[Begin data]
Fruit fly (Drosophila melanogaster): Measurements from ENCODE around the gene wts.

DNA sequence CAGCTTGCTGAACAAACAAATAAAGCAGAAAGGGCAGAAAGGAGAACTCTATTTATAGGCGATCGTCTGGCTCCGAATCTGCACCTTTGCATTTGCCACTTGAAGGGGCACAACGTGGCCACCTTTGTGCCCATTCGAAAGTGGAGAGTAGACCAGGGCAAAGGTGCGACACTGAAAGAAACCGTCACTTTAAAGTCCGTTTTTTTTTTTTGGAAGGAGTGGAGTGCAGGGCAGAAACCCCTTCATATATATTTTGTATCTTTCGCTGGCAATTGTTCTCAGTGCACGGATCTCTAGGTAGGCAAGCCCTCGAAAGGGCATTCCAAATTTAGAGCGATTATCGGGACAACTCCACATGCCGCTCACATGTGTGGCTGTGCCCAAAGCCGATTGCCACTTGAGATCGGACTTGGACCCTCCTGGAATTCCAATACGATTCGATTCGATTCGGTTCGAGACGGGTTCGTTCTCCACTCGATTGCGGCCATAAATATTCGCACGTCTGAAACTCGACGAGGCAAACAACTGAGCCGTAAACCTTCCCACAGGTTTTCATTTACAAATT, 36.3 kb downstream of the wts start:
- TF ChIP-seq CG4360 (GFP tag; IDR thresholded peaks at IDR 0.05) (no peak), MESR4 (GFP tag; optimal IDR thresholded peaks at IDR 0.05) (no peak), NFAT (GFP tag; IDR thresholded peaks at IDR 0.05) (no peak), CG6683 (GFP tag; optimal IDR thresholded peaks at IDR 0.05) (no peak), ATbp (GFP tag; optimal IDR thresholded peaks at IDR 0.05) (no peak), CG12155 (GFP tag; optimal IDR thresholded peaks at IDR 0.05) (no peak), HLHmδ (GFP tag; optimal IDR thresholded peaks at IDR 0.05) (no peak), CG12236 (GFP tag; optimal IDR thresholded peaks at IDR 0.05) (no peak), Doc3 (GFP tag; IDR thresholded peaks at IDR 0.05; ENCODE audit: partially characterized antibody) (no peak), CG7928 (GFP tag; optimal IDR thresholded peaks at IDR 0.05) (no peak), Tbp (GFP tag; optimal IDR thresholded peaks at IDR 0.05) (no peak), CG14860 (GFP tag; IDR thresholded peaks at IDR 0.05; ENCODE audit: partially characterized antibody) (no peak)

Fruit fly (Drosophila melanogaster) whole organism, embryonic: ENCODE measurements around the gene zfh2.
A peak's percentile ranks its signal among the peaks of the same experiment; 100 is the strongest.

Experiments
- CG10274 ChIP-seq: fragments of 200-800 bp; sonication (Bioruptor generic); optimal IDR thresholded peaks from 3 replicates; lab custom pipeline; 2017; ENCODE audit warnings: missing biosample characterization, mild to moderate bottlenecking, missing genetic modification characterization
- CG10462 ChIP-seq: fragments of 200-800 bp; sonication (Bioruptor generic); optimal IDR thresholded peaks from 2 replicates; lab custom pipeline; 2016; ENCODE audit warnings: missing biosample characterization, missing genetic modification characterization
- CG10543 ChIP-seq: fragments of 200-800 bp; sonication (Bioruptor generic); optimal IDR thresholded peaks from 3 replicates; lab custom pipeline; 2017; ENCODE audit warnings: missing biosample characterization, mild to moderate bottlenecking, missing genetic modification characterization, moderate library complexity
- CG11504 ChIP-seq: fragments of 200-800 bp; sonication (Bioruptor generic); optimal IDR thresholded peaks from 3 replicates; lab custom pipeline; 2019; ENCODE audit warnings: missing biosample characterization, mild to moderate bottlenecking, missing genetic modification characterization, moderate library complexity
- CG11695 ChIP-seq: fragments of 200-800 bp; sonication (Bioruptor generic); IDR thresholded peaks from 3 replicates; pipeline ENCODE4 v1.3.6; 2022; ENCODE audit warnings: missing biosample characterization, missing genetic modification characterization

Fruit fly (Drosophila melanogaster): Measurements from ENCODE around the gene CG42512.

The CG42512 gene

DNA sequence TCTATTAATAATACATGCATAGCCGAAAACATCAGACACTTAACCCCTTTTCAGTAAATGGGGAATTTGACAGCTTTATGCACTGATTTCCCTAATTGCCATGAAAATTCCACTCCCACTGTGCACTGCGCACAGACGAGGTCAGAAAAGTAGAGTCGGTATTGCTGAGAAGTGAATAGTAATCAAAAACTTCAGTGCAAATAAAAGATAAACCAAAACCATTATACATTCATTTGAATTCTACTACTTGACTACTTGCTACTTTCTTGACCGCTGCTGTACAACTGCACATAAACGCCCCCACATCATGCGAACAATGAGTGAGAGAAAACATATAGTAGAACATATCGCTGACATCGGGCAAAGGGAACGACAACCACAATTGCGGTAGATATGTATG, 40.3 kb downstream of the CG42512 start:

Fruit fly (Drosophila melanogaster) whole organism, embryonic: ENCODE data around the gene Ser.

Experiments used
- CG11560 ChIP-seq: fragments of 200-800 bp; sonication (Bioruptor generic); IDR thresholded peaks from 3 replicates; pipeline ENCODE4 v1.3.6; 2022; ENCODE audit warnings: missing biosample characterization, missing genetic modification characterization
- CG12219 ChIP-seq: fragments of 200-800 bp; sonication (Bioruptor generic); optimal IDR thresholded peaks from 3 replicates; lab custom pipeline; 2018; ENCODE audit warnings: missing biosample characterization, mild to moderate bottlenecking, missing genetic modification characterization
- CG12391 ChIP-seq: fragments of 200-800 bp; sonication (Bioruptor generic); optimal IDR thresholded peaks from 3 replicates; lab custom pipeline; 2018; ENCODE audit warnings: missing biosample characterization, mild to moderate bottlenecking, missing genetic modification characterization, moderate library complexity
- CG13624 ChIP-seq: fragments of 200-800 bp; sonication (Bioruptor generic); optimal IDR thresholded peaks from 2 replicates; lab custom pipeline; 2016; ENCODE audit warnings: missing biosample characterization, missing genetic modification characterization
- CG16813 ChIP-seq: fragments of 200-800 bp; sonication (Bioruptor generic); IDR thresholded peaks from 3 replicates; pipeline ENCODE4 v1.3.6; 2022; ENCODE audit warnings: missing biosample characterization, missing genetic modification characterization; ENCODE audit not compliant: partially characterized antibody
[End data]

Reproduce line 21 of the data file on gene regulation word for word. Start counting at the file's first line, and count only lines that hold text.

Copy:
- CG16813 ChIP-seq: fragments of 200-800 bp; sonication (Bioruptor generic); IDR thresholded peaks from 3 replicates; pipeline ENCODE4 v1.3.6; 2022; ENCODE audit warnings: missing biosample characterization, missing genetic modification characterization; ENCODE audit not compliant: partially characterized antibody